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Friday, October 12, 2012

Dined a Spanish Cuisine at Olympic Village at Barcelona

When in Spain, eat what Spanish eat, no?

The fun part of travelling around the world is to taste the local cuisine. During my last visit to Bangkok, my family and I headed straight from the airport to a restaurant to take our first bite of fried rice. Even the guests who visit me in Mumbai go crazy on batatawada, pani-puri, ragda pattis. I don’t blame them, they crave for the local food and they would go wild if there was no fear of bad stomach.

There are many countries where we have to develop a taste for that particular cuisine. When I went to Spain for the first time, I found the food very bland. There was no spice or chilies in the food. Many times I would carry a chilies sauce in my purse when I went out to eat. But gradually I developed a taste for it and now when I visit Spain, I do try some local cuisine.

On my last visit to Spain, I stopped by Barcelona for four days. My hosts took me out for lunch to try a typical Spanish cuisine. Twenty years ago, Barcelona was the host for Olympic games. An Olympic village with apartments and restaurants were developed at the seaside. Here was the venue for rows of restaurants serving all kinds of cuisine. The place was well lighted and there was much activity till late evening.

It was raining and the weather was chilly. As soon as we entered the restaurant, we were surrounded with the warmth and the happy atmosphere. Tourist and business people occupied the large round tables that were evenly spaced out. Transparent plastic curtains enclosed the area to keep out the rain. On the backside, behind the transparent curtain were the bar and the kitchen.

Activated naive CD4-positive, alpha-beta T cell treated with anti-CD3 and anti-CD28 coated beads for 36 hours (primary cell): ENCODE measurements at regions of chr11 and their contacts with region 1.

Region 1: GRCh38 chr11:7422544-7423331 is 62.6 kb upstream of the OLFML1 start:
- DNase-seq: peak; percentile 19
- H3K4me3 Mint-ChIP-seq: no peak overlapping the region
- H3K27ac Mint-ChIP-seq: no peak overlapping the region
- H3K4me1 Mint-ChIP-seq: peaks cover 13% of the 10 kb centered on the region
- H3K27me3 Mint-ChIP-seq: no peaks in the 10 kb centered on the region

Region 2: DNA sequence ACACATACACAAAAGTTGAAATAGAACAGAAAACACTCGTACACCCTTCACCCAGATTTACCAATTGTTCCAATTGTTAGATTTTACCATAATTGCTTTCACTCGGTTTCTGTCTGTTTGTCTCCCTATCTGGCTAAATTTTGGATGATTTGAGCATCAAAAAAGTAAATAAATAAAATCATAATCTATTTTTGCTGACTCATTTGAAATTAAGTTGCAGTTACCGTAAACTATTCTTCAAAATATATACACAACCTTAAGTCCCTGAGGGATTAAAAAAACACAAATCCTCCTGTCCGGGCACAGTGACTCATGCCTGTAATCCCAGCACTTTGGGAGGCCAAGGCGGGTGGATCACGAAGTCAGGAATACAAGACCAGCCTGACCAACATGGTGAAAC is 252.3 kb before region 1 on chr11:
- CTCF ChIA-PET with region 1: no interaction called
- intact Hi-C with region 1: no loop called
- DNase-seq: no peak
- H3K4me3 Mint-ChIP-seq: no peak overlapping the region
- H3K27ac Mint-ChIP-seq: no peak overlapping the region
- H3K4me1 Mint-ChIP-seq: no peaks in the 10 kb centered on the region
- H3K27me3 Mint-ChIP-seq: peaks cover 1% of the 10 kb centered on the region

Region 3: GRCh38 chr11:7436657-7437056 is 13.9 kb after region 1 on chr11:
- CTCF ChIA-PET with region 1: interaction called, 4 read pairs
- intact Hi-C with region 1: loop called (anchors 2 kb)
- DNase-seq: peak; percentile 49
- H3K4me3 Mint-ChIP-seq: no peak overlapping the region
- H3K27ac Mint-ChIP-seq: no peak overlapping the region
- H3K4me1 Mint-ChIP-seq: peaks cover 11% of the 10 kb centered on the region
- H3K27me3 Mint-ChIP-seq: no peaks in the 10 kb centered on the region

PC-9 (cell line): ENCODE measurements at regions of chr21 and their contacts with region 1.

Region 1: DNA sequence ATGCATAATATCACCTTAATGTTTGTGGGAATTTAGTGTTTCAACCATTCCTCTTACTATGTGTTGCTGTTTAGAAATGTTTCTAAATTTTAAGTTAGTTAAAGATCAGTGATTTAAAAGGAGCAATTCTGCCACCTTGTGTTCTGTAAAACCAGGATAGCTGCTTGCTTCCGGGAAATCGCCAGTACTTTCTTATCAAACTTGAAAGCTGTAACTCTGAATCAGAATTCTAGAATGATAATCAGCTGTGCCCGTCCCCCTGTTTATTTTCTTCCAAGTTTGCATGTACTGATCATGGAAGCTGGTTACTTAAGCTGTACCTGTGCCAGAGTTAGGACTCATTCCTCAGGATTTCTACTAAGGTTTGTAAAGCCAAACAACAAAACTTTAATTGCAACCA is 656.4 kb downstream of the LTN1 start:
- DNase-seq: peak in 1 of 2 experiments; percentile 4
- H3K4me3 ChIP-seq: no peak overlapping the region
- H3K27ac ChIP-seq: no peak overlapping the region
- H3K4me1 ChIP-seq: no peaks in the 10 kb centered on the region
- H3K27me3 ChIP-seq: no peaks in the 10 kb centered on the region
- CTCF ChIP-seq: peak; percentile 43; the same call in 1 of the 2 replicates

The service was quick and the waiter was alert. The olives and freshly baked bread coated with garlic and tomato appeared on the tables before even we could decide on the menu. The order would be the mixture of vegetarian and non-vegetarian.

To start with, I opted for Sangria, a fruit cocktail mixed with red wine with a bit of bubbly soda. Unfortunately, during the meal, with many more variety of food appearing at our table, I accidently dropped off my glass of Sangria and was not able to enjoy this after few sips.

But the rest of the meal was quite enjoyable.

I stretched my fork to pick up Jamón Ibérico de Bellota. This ham, (cured for more than 36 months, I was told,) is from free-range pigs that roam oak forests (called dehesas), and eat only acorns during this last period. The exercise and diet have a significant impact on the flavor of the meat. Salty and crisp, it tasted best went combined with freshly baked toast.

Gambas a la ajillo, the shrimps stir-fried with garlic in olive oil were tender and sweetish in taste.

Calamars a la Romania, the ring shaped squids, coated with egg flour batter and deep-fried. These were crispy and tender.

 I had never tasted Chiperones, which is actually small deep fried fishes, “have this, you will like the crispy, crunchy taste” said my BIL, but we were served baby octopus instead, I liked that as well.

When the Paella arrived I was taken by surprise. Now I had never known the existence of black rice. This is the specialty of Valencia and the black color is from black squid ink that is used during preparation. The rice was salty, crisp and well grilled filled with assorted seafood and chicken.

For the vegetarians, there was goat cheese salad, vegetarian paella and vegetable pinchitos, (the grilled chunks of cucumber, white gourd, brinjal and tomatoes).

Spanish meal is never complete till it ends with liquor and dessert. I was too full to order anything. However the liquor is good for digestion and the tiny glasses were too attractive to give a miss. We finished it with the piece of cake coated with cinnamon and powder sugar.

1 comment:

Veena Theagarajan said...

nice article

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